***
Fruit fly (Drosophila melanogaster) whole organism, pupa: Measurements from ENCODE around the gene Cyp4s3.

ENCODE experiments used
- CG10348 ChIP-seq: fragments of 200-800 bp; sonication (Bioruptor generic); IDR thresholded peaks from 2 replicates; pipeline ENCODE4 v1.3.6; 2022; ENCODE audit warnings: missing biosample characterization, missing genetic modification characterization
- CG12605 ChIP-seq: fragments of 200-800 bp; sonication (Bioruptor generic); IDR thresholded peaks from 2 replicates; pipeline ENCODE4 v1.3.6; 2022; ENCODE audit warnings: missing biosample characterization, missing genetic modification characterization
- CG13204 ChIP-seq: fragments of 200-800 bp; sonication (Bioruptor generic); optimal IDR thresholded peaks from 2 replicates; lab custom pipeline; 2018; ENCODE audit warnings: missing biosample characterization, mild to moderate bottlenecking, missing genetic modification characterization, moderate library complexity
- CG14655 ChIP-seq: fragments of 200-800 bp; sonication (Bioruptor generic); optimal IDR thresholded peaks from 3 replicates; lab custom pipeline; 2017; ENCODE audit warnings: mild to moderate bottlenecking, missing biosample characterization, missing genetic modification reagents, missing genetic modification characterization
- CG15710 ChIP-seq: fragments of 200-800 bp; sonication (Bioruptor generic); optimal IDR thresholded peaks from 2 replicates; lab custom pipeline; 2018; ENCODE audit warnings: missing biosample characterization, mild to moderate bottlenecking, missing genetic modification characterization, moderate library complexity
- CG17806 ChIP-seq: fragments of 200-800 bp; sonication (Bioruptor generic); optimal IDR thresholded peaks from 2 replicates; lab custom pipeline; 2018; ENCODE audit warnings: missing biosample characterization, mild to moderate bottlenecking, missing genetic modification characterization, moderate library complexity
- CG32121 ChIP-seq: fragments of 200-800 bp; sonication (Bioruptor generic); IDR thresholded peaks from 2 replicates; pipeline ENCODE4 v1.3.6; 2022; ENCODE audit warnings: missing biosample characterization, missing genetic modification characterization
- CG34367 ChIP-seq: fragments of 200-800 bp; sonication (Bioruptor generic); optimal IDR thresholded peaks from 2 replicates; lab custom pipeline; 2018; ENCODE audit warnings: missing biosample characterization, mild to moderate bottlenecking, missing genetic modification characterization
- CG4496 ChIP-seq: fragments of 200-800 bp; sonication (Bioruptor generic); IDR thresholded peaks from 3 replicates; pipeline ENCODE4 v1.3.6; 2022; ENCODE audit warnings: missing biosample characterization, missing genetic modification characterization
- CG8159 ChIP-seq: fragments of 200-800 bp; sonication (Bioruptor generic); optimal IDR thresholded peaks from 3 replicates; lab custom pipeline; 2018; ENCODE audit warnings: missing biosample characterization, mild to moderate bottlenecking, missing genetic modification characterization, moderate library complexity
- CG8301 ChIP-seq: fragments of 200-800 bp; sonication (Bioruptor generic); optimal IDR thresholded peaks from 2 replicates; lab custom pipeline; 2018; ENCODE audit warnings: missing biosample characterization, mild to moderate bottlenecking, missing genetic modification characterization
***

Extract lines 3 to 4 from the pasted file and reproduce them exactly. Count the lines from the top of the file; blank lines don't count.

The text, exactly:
- CG10348 ChIP-seq: fragments of 200-800 bp; sonication (Bioruptor generic); IDR thresholded peaks from 2 replicates; pipeline ENCODE4 v1.3.6; 2022; ENCODE audit warnings: missing biosample characterization, missing genetic modification characterization
- CG12605 ChIP-seq: fragments of 200-800 bp; sonication (Bioruptor generic); IDR thresholded peaks from 2 replicates; pipeline ENCODE4 v1.3.6; 2022; ENCODE audit warnings: missing biosample characterization, missing genetic modification characterization